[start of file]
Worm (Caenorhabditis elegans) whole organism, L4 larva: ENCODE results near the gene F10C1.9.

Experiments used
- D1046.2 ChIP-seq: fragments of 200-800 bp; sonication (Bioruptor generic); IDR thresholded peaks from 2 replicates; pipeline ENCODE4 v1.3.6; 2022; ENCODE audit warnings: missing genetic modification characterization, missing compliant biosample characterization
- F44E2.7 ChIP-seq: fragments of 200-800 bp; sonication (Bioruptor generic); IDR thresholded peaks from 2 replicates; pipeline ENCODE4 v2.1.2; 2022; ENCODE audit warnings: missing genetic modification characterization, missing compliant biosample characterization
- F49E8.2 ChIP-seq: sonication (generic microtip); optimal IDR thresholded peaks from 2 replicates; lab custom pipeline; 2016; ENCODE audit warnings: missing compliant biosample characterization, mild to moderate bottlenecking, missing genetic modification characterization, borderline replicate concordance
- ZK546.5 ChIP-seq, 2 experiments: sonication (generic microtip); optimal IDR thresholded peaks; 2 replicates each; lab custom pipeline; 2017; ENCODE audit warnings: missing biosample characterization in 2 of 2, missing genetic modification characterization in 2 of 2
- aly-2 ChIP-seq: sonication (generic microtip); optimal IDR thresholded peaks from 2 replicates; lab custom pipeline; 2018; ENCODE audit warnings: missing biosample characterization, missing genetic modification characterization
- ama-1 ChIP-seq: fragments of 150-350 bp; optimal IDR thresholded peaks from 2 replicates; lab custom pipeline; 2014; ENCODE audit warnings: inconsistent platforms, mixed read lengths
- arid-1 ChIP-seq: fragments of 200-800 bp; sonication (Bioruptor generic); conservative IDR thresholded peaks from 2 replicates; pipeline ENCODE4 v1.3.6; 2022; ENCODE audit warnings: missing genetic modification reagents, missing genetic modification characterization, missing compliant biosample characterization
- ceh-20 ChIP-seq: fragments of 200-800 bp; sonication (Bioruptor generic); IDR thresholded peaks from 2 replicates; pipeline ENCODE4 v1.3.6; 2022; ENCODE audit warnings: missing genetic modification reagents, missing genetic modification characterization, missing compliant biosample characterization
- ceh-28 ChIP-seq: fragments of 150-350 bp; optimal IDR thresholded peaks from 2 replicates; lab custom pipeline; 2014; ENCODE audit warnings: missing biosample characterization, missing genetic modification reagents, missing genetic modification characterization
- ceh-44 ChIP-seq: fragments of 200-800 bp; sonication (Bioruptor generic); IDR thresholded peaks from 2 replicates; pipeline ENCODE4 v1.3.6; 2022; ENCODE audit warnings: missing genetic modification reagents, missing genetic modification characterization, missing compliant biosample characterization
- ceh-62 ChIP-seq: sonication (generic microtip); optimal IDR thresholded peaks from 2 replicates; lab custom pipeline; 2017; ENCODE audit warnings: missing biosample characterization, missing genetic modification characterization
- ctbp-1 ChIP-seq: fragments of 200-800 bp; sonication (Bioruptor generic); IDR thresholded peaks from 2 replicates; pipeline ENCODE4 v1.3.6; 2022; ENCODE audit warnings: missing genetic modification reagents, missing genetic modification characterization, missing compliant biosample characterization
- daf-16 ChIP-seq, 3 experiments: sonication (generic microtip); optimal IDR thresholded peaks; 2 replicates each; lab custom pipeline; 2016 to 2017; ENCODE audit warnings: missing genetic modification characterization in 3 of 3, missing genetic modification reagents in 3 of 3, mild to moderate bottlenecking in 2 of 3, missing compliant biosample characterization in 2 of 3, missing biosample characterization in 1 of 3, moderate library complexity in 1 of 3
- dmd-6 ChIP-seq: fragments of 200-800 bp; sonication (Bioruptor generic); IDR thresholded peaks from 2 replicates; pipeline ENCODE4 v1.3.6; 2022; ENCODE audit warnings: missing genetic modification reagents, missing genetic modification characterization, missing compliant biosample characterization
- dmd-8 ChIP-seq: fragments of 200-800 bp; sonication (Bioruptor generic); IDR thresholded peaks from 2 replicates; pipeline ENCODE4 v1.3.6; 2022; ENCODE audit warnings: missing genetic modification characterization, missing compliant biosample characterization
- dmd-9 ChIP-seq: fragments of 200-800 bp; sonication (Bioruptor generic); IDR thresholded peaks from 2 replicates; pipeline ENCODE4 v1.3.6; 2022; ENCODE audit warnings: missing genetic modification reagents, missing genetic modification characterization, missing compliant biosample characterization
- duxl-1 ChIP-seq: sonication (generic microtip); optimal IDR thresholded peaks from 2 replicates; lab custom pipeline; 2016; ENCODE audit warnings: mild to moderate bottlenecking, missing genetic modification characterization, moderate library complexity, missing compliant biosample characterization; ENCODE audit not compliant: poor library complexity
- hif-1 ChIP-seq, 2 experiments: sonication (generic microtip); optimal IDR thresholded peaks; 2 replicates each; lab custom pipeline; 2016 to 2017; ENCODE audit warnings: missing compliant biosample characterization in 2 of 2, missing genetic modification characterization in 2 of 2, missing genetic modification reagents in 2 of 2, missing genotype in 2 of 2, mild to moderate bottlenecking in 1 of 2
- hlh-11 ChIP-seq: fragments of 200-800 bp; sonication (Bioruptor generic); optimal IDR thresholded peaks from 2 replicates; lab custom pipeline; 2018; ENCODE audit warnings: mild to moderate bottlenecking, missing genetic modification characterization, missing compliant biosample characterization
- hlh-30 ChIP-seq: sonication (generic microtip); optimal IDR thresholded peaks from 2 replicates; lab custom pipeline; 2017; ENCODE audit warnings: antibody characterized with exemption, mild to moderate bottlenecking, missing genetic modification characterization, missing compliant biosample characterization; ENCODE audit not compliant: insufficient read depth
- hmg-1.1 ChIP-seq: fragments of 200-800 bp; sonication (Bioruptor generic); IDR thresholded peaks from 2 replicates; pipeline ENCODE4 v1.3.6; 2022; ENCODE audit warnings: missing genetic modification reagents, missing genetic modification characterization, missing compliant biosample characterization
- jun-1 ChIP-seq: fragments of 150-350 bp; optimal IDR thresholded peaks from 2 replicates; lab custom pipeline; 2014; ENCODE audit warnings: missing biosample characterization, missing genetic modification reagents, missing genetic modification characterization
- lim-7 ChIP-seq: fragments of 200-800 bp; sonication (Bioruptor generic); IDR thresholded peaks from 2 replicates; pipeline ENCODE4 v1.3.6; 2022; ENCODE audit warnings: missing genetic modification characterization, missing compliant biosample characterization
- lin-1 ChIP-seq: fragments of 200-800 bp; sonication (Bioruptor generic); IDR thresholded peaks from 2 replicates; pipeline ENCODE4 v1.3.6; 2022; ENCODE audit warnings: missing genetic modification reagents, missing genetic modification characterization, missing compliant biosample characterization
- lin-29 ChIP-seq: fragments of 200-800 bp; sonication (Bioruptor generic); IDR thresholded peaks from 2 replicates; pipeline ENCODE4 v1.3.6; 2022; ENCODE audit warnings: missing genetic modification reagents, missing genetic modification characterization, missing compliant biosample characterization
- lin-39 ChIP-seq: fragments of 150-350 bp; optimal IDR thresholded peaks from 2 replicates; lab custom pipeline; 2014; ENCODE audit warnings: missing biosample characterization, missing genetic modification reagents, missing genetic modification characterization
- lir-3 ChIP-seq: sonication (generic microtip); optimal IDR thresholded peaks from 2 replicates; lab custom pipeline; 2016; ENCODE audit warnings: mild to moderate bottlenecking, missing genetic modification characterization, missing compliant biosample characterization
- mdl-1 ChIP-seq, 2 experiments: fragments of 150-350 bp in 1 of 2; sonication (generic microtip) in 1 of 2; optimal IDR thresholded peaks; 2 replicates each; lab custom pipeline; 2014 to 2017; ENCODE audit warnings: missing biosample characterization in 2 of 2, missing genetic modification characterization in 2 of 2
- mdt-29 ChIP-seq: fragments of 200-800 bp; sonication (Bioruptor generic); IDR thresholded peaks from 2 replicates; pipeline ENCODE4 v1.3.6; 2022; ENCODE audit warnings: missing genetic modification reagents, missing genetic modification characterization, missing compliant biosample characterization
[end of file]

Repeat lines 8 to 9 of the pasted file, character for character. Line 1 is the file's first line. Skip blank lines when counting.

- ama-1 ChIP-seq: fragments of 150-350 bp; optimal IDR thresholded peaks from 2 replicates; lab custom pipeline; 2014; ENCODE audit warnings: inconsistent platforms, mixed read lengths
- arid-1 ChIP-seq: fragments of 200-800 bp; sonication (Bioruptor generic); conservative IDR thresholded peaks from 2 replicates; pipeline ENCODE4 v1.3.6; 2022; ENCODE audit warnings: missing genetic modification reagents, missing genetic modification characterization, missing compliant biosample characterization